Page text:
Consumers who pay copyright fees on PCs and portable music players shouldn't be taxed a second time when they download music or films on the Internet, EU regulators said in a draft recommendation.
The fees, which can add as much as €30 ($38) to computer prices, are imposed by artists' groups to compensate for private music copying. The recommendations back efforts by computer equipment makers such as Intel Corp. to limit copyright fees as newer technologies provide an insurance policy against illegal downloads. „No obligation for further payment in another form may arise in relation to the private copying by the consumer” following an initial fee, according to the Brussels-based European Commission's 13-page draft, which was obtained by Bloomberg News. Equipment makers say consumers are often forced to pay copyright fees when they buy PCs and again when they download music legally from online services including Apple Computer Inc.'s iTunes and Napster Inc. In 2005, artists' groups collected €560 million in nine EU countries on the sale of computer equipment. The figure would have been as high as €950 million had hardware makers not filed court appeals, according to the Business Software Alliance, which represents equipment makers.
The draft calls on European Union governments to „ensure” that the amount of fees „takes into account the degree of use of a technological measure by comparing the licensed use with any other actual use on a sliding scale.” It also said nations should outlaw fees for minimal private copying. The recommendation was circulated among departments in the commission, the 25-nation EU's executive arm, last week. Final recommendations, which won't be binding on EU governments, will be made before the end of the year. An EU copyright law on the books since 2001 requires the artists' groups, known as royalty collecting societies, to reduce fees as more devices and services use software to thwart unauthorized copying. A group called Culture First, representing composers, singers and filmmakers, argues that new technologies fail to stop illegal copying. Songs downloaded from iTunes can be put on disks and copied without limit, the group says.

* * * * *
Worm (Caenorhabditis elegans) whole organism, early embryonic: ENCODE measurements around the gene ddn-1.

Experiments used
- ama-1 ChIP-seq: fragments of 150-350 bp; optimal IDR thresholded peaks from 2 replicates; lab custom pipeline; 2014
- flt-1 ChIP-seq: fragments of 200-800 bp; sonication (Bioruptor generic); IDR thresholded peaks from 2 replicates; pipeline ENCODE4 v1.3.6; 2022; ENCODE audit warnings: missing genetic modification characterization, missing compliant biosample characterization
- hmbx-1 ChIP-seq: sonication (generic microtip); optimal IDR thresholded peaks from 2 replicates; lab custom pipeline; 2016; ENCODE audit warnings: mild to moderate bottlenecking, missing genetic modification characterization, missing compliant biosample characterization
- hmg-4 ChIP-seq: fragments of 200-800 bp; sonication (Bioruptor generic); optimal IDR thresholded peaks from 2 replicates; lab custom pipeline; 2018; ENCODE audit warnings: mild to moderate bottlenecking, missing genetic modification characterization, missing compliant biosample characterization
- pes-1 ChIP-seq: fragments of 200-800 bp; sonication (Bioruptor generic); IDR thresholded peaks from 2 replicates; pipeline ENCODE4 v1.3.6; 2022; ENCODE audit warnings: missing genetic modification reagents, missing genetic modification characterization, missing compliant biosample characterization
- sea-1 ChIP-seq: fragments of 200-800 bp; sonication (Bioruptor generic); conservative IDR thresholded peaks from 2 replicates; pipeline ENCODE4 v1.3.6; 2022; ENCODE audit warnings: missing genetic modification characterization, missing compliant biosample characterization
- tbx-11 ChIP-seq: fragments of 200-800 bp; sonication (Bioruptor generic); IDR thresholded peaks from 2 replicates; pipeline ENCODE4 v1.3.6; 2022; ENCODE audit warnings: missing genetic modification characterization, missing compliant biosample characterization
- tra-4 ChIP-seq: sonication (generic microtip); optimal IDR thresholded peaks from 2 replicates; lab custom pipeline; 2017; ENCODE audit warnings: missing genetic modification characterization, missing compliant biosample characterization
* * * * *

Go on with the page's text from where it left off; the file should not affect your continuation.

Depriving artists of the fees would be a „legalized holdup,” award-winning Belgian filmmaker Luc Dardenne said at an October 18 Culture First press conference. PC makers have complained that copyright fees distort trade in the EU because the charges vary widely between countries. The UK, Ireland, Malta, Cyprus and Luxembourg don't impose any charges, while fees in 19 countries differ widely. EU law bars governments from putting up barriers to internal trade. The draft says artists' groups and copyright holders should come up with a new system to collect fees „that does not result in obstacles to the free movement of goods and services.” The draft also opposes copyright fees on „small consignments” of blank discs and digital music players. (Bloomberg)